15 April 2017

So Mysterious: a Q&A With Gerald So

Gerald So is a name that's familiar to most of us who write short mystery fiction. In fact Gerald is a past president (2008-10) and past vice-president (2012-14) of the Short Mystery Fiction Society, as well as an author, editor, and publisher. Since 2008, he has published crime-themed poetry, first in The Lineup chapbook series, co-edited with Patrick Shawn Bagley, Reed Farrel Coleman, Sarah Cortez, Richie Narvaez, and Anthony Rainone, and now at The Five-Two weekly website.

I e-met Gerald long ago, and although we've never crossed paths in person, I feel I know him well through our many emails and his many projects. We also share a love of crime poetry. (I've sold more than 300 poems, believe it or not--many of them in the mystery category--to Writer's Digest, EQMM, Grit, Farm & Ranch Living, etc.). Gerald reminded me recently of one of my poems called "Tinseltown," which appeared in The Five-Two several years ago.  (Here's a link.)

Okay, that's my warm-up act. Here's the main event: a brief interview with the crime-poetry king himself, Gerald So.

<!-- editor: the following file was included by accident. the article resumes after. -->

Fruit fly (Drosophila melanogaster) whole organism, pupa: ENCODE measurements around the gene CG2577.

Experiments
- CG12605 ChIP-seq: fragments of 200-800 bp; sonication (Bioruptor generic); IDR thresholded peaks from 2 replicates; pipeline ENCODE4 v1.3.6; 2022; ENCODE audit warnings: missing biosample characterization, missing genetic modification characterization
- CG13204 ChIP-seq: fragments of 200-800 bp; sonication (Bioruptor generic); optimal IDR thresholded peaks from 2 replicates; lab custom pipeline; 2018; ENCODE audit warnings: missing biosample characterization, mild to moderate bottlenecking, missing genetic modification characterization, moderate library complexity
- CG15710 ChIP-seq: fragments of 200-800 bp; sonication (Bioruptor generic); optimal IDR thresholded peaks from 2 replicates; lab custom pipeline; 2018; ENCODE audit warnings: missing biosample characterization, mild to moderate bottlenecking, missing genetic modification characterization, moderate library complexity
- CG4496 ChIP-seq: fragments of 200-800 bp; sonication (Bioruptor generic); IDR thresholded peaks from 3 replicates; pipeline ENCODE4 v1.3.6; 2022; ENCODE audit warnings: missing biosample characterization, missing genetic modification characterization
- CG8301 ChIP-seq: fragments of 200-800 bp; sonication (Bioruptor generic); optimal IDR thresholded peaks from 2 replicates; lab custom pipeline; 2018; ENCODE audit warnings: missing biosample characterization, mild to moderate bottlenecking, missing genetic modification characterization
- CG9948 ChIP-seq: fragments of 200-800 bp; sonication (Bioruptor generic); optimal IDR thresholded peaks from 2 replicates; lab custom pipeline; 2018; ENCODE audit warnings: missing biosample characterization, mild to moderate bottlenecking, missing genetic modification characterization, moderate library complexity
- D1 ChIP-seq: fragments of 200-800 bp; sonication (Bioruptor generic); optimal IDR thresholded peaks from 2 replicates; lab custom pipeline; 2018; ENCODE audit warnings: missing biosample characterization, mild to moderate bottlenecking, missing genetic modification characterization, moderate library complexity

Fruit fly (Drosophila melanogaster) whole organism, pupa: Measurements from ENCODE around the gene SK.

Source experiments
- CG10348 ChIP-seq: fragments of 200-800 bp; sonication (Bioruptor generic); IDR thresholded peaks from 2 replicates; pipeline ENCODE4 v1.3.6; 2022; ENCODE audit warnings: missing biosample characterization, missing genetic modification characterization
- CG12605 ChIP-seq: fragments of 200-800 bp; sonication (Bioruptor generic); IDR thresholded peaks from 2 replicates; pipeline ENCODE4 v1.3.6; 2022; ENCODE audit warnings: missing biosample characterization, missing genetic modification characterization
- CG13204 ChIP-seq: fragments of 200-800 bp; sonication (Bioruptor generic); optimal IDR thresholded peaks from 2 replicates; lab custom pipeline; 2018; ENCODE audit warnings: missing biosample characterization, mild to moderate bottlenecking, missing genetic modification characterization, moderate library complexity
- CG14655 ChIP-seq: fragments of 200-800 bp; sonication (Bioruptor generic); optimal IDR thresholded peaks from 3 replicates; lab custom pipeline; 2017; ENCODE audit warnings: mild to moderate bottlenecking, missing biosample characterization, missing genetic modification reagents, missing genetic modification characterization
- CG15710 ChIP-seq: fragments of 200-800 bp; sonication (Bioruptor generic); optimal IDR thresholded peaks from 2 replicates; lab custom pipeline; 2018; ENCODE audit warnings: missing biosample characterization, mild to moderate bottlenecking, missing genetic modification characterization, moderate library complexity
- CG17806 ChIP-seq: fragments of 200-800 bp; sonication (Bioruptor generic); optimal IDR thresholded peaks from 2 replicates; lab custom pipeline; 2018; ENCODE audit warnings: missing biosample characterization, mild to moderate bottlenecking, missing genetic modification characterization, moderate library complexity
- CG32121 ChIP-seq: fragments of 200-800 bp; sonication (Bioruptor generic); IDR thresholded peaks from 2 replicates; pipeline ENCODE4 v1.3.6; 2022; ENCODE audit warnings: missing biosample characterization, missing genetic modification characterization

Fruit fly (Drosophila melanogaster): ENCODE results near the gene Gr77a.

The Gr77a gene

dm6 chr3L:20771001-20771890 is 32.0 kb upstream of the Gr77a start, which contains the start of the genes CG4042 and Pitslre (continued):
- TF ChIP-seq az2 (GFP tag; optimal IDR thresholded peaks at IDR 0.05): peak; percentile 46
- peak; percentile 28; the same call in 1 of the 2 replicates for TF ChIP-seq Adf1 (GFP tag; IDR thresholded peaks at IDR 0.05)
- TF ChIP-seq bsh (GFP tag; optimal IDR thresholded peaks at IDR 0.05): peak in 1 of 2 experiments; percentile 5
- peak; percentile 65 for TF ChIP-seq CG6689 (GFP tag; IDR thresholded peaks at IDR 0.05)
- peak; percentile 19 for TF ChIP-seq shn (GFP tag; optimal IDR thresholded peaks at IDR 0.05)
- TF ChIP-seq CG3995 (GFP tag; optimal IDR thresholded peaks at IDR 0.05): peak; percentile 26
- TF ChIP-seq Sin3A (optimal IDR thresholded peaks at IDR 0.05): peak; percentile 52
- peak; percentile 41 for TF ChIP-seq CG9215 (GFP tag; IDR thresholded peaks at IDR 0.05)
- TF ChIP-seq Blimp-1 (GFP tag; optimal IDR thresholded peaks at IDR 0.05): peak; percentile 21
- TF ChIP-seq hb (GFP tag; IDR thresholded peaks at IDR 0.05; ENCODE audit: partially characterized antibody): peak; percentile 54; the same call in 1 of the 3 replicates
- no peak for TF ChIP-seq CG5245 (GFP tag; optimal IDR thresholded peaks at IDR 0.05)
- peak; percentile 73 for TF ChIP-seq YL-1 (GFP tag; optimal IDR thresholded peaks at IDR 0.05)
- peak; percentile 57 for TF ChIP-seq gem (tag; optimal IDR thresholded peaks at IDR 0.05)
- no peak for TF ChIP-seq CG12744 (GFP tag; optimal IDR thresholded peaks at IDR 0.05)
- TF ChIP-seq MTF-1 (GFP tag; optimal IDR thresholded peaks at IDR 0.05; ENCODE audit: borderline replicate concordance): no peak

JF: Gerald, it's great to have you with us at SleuthSayers. Let's start with a clarification: What would you say is the difference between crime fiction and crime poetry?

GS: Mainly, unlike fiction, poetry isn't necessarily narrative. Poetry doesn't have to stick to procedural aspects of genre conventions. It can, for example, depict the aftermath of crime as an emotional moment, before the tendency toward story sets in. Poets have the freedom to approach crime from angles you might not see in fiction. I need occasional breaks from reading and writing crime fiction while poetry has held my interest all along.

JF: How did you get started writing poetry, and especially crime-themed poetry?

GS: I started writing bad poetry in high school. By college, I'd decided fiction was safer ground, but while teaching at Hofstra University I befriended poet Robert Plath, and handled the technical side of the faculty poetry website he edited. In reading the material to be posted on the website, I began to form opinions about it, and then seriously write my own poetry. I broke into print with poetry, not fiction, and decided I wouldn't give it up.